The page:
Community colleges push for more affordable housing. But will California pay for it?
Plans to build affordable housing for 400 community college students at Cerritos College are all drawn up, featuring communal kitchens and spaces where tutors and mental health specialists can visit students. The expected per-person rent for a four-bedroom, two-bedroom or studio unit? About $717 a month.
“The community college housing project is a project that will transform the lives of our students. And I’m not saying that just in a hyperbole,” said Cerritos College President Jose Fierro. “What we have seen is that when we give them that opportunity, they perform better in the classroom.”
The proposal and nearly two dozen others in the California Community College system are among a new generation of affordable housing projects aimed at bringing stability to underserved community college students, many of whom are under immense pressure to balance school and work, amid skyrocketing rent and other costs.
But the Cerritos plan is missing a critical element: money. Cerritos intends to kick in $12 million, but needs state funding to make up the rest of the $80-million cost. College officials are hoping to draw from a pool of money set aside by the state to fund housing projects at public colleges and universities.
But demand for affordable college housing is fierce and dollars limited among California’s three systems of higher education. Although campus dorms and apartments have long been a feature of University of California and Cal State campuses, the more recent foray into housing by community colleges has prompted questions about how — or even if — those projects should be prioritized for state money.
Faced with a potential budget shortfall, Gov. Gavin Newsom has proposed delaying by one year $250 million of the $750 million that was intended to support the grant program in 2023-24. He also proposed hitting pause on the start of a revolving loan program for campus housing construction. Lawmakers have weighed these delays in recent weeks as they prepare to approve a budget by June 30.
The proposed delays amount to a fraction of what the state has already promised for student housing. Newsom still plans to make at least $500 million available for housing in 2023-24, building off $1.4 billion in construction grants the state issued last year.
But in a state where scarce affordable housing forces some students to sleep in cars, live in motels or commute long distances to pursue their education, there isn’t enough construction money.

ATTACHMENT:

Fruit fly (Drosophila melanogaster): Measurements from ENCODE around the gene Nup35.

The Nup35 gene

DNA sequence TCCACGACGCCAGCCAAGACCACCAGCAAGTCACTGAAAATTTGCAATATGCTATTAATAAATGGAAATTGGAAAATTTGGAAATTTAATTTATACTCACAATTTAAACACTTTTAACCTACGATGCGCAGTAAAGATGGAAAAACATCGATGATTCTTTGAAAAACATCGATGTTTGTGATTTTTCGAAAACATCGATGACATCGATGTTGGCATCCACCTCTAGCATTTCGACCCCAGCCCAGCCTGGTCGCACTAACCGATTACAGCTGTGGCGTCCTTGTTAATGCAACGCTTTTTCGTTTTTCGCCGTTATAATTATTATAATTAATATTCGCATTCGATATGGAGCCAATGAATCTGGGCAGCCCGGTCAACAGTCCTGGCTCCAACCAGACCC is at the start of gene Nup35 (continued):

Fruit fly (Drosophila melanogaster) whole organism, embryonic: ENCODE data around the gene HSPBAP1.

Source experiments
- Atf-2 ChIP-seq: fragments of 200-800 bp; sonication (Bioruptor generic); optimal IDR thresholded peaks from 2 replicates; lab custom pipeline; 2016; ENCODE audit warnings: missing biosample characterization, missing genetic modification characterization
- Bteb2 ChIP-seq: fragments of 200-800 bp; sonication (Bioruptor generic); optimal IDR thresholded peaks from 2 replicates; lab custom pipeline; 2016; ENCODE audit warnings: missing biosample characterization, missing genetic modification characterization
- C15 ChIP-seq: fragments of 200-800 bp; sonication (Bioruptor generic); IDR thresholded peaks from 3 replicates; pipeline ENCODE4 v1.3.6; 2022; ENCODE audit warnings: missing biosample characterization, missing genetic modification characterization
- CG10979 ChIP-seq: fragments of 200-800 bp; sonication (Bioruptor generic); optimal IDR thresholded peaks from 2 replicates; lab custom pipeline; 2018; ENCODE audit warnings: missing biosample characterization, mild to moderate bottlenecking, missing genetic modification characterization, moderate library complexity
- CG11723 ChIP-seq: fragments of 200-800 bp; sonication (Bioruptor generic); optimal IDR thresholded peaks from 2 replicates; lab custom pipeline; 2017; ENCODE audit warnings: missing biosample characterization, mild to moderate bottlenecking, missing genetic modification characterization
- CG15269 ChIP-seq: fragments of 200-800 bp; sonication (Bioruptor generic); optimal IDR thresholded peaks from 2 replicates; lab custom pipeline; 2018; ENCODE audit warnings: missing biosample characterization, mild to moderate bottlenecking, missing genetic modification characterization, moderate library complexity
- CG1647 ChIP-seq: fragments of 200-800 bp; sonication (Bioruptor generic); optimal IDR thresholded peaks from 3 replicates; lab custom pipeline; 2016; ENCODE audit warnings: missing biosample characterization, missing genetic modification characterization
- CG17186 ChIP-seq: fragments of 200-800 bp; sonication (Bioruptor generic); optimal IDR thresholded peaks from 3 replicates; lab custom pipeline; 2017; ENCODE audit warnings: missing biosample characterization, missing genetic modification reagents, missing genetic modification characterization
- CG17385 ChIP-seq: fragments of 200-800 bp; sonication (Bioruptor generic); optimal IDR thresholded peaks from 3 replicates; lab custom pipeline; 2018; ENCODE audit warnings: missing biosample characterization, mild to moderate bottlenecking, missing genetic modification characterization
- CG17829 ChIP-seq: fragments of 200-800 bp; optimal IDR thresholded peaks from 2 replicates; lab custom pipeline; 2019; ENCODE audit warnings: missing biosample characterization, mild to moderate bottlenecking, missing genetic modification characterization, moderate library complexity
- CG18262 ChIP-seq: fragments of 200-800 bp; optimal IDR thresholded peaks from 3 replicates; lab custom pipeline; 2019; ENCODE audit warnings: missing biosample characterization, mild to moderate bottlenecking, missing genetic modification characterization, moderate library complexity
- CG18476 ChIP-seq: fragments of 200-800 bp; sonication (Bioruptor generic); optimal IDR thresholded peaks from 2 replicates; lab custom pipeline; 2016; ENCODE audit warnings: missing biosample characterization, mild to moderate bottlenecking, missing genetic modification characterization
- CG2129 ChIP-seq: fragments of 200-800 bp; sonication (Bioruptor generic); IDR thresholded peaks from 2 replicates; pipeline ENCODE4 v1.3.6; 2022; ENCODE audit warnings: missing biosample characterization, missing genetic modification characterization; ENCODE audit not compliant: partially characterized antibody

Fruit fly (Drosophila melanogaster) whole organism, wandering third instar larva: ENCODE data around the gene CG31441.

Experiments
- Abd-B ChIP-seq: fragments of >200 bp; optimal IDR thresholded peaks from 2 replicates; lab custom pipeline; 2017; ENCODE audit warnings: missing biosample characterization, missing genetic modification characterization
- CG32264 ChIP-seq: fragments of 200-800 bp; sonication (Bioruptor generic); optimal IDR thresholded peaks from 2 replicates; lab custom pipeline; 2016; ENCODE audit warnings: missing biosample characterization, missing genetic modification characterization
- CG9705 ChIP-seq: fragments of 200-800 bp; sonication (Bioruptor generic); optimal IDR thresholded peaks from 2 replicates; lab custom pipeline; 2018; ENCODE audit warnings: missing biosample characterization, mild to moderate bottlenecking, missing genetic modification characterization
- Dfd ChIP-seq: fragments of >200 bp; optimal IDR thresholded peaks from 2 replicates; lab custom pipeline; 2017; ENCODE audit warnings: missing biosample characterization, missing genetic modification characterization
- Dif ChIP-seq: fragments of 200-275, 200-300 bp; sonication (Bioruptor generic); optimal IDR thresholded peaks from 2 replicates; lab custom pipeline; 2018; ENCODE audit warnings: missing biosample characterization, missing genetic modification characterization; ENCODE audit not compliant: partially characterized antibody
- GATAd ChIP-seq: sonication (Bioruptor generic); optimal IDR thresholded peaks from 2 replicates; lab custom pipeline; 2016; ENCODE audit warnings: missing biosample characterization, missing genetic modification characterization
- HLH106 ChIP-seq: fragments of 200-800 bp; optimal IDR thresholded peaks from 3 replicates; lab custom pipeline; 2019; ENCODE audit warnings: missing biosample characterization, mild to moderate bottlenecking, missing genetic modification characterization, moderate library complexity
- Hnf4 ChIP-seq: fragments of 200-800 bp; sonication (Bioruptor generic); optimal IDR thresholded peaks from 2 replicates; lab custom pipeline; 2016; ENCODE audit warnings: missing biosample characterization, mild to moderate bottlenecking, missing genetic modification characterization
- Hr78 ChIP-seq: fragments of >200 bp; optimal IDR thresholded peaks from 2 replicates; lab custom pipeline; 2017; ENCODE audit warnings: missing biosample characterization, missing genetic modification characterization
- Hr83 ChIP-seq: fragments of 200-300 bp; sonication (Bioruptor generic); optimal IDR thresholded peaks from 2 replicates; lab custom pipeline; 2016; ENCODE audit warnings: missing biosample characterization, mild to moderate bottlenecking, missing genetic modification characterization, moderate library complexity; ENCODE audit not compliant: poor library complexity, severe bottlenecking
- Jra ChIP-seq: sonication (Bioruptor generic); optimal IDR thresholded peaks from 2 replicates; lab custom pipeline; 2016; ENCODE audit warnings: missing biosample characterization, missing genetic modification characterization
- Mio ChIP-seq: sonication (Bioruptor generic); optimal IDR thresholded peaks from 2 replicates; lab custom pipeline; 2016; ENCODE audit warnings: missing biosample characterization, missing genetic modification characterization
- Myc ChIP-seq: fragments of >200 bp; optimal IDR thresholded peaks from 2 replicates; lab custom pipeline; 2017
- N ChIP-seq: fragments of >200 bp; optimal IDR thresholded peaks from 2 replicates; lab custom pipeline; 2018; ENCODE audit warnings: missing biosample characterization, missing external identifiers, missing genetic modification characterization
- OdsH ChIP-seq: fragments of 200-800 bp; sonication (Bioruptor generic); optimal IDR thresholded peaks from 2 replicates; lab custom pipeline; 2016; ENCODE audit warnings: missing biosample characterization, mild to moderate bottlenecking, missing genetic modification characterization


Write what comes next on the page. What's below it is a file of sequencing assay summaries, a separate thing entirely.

Colleges and universities across the state’s three systems submitted proposals in hopes of receiving grants for student housing through the 2023-24 budget. Thirty projects — including 21 from community colleges — totaling $2.1 billion were submitted, far exceeding available dollars.
And in the scramble for state funding, community colleges have had to withstand doubts over whether they are prepared to operate student housing.
The California Legislative Analyst’s Office, which advises the Legislature on fiscal and policy matters, made a series of recommendations, including a suggestion that lawmakers prioritize UC and CSU projects over those at community colleges.
“The universities have had a long history of building and operating residential buildings for students,” Paul Steenhausen, an analyst in the Legislative Analyst’s Office, said during an April hearing. “Universities likely would have a higher probability of implementing them successfully.”
Multiple lawmakers have said they do not support delaying additional money for student housing altogether. But there appears to be some support for prioritizing projects at universities in the next round of funding.
“In all honesty, a lot of the community college projects, they’re not ready for prime time,” said Assemblymember Kevin McCarty (D-Sacramento) during a March subcommittee hearing on education finance. “If you look at the staging of the money, we should focus on the projects that are most shovel ready. Now, those seem to be most of the UC and CSU projects.”
Community college leaders have fought back. They argue housing is urgently needed on two-year campuses, which educate the bulk of the state’s college students at a low cost. They cite data that show 1 in 5 community college students experience homelessness, a rate higher than in the UC and CSU systems. Nearly 65% are considered economically disadvantaged.
Lizette Navarette, interim deputy chancellor for California Community Colleges, said building affordable student housing is a fundamental part of caring for students.